It’s a new world for Hollywood. Brooks Barnes, NYT entertainment reporter, wrote: “one Warner Bros. executive told me that “the town” felt like a dismantled movie set: The gleaming false fronts had been hauled away to reveal mere mortals wandering around in a mess.” Another Hollywood insider told him: “I see this as a time of opportunity. Sometimes you have to take it down to the studs and build something new.”
Healthcare’s “false fronts” have been torn down too. We’ve exposed our glaring lack of public health infrastructure, our inability to generate enough PPE, our testing has been abysmal, and now our hospitals, particularly our ICUs, are overflowing. We’re used to handling expected elective surgeries and even “normal” emergencies, but were caught flat-footed by a pandemic.
If ever there was a time to take healthcare “down to the studs and build something new,” this is it.
We brag about the increases in telemedicine, but we should note the CMS rules that have expanded its use are only temporary. We haven’t addressed the inter-state licensing issues. We’re not even doing telehealth visits all that well; the Press Ganey survey concluded: “The bad news is that patients clearly feel that the process of telemedicine (logistical things like ease of scheduling and making audio/video connections) falls short.”
We’ve seen dramatic declines not just in office visits but also in use of preventive services and screenings, elective surgeries, emergency room visits, even heart attacks. We just don’t know if these declines are good or bad. Researchers Allison H. Stokes, PhD, and Jodi B. Segal, MD, suggest in Health Affairs: “We see a unique methodological opportunity to evaluate the harms of low-value care.” Another researcher, Dr. H. Gilbert Welsh agrees, telling NYT: “We are in the midst of an unprecedented natural experiment that gives us an opportunity to determine the effect of a substantial decline in medical care utilization.”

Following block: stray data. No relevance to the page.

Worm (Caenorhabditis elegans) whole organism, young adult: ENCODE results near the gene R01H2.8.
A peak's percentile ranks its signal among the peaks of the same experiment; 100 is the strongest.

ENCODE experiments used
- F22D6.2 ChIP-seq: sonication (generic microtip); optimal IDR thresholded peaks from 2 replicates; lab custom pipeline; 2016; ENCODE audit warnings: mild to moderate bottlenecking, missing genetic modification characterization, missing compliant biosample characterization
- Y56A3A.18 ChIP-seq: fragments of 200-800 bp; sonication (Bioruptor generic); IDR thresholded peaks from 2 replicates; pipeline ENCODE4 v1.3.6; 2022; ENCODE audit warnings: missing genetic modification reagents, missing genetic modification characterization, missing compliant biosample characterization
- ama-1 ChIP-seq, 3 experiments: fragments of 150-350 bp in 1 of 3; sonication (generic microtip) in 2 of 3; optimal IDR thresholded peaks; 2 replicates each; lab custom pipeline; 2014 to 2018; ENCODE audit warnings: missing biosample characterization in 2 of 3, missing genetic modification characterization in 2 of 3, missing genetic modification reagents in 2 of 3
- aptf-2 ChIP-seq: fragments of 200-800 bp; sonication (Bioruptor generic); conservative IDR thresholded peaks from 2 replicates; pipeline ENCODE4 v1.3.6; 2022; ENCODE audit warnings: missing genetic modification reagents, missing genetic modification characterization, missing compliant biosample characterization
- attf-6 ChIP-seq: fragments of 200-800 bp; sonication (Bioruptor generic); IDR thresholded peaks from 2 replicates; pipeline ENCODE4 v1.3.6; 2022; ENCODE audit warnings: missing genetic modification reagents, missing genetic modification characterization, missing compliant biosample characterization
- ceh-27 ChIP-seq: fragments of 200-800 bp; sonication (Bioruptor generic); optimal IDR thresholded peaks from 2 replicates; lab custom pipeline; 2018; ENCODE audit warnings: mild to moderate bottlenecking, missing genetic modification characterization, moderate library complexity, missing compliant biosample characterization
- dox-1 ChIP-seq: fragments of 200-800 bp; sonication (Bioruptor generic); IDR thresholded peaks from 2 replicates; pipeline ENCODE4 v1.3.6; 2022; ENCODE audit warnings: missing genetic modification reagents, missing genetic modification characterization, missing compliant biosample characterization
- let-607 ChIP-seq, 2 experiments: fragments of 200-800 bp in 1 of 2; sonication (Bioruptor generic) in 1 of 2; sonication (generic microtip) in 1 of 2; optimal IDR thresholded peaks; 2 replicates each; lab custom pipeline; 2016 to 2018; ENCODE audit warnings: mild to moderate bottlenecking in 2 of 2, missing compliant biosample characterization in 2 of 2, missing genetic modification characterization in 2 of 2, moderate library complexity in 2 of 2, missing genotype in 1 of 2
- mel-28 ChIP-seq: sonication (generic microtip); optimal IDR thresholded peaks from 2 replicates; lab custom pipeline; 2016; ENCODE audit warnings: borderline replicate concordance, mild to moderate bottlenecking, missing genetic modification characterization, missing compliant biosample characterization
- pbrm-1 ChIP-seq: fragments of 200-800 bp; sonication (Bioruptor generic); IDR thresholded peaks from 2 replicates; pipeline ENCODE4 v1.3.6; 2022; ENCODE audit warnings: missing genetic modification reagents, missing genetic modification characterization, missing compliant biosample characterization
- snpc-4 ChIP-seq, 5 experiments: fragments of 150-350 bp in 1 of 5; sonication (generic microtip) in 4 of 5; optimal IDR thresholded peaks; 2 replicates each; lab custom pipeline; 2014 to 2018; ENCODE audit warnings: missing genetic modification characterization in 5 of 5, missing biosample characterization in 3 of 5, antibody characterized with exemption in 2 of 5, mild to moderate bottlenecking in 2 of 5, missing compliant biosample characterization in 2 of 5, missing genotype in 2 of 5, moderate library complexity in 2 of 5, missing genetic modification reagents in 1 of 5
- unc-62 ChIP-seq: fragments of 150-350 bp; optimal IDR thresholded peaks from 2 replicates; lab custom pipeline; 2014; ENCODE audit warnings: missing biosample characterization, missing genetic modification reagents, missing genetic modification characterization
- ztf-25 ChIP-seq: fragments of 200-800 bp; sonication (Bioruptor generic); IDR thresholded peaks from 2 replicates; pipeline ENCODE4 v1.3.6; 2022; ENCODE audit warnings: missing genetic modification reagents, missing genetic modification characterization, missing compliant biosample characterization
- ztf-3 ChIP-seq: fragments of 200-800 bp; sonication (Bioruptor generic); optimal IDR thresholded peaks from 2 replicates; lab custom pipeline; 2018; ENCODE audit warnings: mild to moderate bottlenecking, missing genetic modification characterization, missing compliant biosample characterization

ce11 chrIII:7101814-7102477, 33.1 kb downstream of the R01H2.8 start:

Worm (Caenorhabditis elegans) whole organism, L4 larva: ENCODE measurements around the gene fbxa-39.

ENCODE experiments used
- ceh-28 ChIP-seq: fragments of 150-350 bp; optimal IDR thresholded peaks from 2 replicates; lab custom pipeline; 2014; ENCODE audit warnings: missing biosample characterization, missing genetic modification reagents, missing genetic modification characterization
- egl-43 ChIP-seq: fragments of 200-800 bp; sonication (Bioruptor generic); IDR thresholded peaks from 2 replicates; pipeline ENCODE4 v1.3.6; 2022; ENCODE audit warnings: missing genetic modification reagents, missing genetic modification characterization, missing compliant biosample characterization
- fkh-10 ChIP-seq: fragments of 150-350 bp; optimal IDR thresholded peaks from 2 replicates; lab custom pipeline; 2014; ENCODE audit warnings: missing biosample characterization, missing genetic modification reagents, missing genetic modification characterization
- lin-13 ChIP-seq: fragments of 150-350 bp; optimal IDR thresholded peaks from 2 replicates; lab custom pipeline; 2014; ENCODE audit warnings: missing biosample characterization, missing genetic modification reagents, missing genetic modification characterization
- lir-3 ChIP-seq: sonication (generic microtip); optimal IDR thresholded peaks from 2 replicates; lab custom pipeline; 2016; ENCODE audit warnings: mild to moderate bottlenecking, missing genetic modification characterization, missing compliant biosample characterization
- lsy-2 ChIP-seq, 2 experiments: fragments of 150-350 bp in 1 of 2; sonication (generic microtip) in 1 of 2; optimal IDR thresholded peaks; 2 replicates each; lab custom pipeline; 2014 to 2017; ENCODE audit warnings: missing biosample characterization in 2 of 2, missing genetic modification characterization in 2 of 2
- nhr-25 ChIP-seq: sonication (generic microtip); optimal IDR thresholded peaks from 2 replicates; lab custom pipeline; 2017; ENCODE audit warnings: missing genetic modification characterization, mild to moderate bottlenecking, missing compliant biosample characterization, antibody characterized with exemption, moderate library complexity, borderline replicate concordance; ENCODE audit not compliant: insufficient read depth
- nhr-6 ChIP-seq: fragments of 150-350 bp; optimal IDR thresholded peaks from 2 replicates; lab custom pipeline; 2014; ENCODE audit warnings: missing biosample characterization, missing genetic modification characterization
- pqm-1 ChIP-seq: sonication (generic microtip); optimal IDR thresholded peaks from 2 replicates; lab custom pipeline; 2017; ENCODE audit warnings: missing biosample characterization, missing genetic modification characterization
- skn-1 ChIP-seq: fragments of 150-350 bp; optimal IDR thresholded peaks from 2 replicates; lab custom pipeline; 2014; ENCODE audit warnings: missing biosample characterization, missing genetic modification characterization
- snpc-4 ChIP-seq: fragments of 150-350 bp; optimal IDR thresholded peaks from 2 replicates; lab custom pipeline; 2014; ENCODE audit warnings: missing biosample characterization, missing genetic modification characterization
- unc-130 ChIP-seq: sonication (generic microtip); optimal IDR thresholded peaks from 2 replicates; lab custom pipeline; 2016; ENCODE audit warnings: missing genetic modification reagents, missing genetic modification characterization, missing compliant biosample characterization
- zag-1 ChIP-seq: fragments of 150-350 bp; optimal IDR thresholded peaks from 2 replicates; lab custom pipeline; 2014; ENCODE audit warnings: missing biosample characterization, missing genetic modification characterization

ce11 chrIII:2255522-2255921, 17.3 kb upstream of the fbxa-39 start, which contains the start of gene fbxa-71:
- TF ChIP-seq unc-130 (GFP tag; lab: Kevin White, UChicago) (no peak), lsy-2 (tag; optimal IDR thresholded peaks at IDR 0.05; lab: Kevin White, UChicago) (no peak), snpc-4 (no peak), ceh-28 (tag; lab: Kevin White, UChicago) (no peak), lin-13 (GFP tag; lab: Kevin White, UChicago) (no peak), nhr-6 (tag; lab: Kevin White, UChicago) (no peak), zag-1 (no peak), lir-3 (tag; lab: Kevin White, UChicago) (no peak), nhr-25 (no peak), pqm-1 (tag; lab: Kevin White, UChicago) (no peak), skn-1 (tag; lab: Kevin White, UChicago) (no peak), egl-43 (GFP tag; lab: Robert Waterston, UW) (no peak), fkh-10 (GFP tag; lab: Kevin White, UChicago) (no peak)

But will we take advantage of that opportunity, or will we just go back to our old ways once the vaccines work their magic?
E.g., will healthcare just expect patients to go back to the theater? Or will major healthcare companies bet big on the future: “streaming” (aka telehealth) as the main consumer point-of-contact, with patient convenience as a main driver? Where digital is the norm?
Disney’s physical locations – its theme parks – are hemorrhaging money, and Warner Bros has suffered dramatic declines from theater revenues, but both are betting big on their virtual strategies – and the markets are rewarding them. Warner says its announcement is only a strategy for 2021, but, as NYT put it:
It will be almost impossible to go back, and it may force other studios to abandon the old model. Fans trained to expect immediate gratification will not be eager to return to the days of giving theaters an exclusive period to play movies.
We shouldn’t expect patients to go back to the “old” healthcare system either.
I’m not expecting healthcare to have a Baby Yoda caliber idea, but it can certainly do better than its current Jar Jar Binks strategies.
Kim is a former emarketing exec at a major Blues plan, editor of the late & lamented Tincture.io, and now regular THCB contributor.